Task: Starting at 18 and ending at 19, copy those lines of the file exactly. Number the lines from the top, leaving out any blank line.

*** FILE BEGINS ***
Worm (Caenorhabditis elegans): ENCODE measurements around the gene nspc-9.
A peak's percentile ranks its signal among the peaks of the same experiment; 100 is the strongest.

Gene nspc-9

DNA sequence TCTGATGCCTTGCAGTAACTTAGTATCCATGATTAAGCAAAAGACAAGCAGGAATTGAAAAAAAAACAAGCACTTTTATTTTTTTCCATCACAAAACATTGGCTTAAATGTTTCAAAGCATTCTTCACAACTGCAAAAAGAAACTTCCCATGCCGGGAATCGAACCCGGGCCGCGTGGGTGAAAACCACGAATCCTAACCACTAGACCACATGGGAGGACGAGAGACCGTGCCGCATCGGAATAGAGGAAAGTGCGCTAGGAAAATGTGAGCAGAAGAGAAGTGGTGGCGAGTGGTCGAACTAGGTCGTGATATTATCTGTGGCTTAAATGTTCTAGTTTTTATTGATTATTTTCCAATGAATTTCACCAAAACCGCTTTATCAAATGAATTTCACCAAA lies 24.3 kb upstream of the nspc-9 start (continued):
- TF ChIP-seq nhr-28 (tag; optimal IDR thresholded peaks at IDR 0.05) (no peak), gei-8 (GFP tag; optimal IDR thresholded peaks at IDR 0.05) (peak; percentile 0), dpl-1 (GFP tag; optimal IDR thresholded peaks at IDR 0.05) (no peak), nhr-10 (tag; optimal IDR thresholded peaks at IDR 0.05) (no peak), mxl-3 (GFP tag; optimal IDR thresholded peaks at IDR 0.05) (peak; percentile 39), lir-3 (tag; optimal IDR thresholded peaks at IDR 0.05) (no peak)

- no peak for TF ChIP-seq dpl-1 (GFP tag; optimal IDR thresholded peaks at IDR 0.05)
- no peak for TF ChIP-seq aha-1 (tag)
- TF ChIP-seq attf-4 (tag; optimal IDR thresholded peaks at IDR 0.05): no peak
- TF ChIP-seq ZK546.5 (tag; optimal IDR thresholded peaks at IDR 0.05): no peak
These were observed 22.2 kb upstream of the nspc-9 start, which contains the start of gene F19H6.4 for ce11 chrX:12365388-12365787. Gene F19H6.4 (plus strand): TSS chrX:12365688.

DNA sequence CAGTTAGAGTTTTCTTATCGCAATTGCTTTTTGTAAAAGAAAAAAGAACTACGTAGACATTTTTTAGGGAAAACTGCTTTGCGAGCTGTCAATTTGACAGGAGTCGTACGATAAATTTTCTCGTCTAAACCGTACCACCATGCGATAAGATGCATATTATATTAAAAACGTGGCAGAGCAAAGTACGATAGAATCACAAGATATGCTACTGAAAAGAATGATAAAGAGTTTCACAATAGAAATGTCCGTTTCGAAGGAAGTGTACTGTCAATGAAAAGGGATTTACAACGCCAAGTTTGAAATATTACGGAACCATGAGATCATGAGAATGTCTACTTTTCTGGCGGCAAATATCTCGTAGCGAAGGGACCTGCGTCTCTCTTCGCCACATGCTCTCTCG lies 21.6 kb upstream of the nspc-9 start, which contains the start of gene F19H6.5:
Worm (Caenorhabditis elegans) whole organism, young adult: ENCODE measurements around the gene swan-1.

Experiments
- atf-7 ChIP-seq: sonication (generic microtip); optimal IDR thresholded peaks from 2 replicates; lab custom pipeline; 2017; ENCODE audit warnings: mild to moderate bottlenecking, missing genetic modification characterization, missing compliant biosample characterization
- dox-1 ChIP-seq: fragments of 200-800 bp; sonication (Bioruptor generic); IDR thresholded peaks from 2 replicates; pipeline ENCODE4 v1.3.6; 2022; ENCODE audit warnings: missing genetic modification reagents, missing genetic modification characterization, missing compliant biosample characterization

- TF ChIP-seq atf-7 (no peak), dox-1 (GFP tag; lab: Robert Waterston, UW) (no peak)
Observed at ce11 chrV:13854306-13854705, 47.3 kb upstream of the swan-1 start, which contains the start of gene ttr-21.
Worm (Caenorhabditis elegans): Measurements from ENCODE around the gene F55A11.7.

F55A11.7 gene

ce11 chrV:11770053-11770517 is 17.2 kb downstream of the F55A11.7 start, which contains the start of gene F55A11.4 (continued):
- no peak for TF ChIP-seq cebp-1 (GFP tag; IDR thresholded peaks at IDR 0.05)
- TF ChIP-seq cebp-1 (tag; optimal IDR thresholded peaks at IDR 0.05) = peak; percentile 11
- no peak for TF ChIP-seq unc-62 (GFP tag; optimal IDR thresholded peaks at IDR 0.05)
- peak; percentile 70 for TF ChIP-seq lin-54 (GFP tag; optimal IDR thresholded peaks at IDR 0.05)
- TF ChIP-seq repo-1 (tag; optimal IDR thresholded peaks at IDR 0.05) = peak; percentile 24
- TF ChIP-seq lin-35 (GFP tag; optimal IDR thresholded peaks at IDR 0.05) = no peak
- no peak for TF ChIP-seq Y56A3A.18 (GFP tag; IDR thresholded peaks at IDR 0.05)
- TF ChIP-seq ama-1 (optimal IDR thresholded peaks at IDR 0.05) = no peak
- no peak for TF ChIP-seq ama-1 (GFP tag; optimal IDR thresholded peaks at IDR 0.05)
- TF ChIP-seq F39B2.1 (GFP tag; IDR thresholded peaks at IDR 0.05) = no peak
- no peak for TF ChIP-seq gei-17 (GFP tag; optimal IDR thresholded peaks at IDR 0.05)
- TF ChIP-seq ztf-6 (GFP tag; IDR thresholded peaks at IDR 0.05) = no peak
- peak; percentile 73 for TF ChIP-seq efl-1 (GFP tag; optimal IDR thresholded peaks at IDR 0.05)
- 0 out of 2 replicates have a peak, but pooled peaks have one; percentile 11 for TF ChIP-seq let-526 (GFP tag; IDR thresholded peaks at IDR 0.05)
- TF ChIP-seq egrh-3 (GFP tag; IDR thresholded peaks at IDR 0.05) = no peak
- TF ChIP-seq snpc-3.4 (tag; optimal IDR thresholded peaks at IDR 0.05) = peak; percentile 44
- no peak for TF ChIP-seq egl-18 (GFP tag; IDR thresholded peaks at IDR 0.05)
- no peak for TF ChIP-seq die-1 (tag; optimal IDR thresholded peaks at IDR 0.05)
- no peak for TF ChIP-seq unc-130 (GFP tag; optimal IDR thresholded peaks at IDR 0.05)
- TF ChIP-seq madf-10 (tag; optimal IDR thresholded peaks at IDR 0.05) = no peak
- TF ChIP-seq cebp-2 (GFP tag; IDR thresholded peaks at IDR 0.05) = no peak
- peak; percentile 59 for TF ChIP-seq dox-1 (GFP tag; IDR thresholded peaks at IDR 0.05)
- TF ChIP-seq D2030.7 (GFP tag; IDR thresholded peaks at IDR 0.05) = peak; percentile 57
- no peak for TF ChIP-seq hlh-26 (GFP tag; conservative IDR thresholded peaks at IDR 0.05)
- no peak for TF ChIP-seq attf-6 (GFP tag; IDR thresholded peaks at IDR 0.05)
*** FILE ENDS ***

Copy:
Worm (Caenorhabditis elegans): Measurements from ENCODE around the gene F55A11.7.

F55A11.7 gene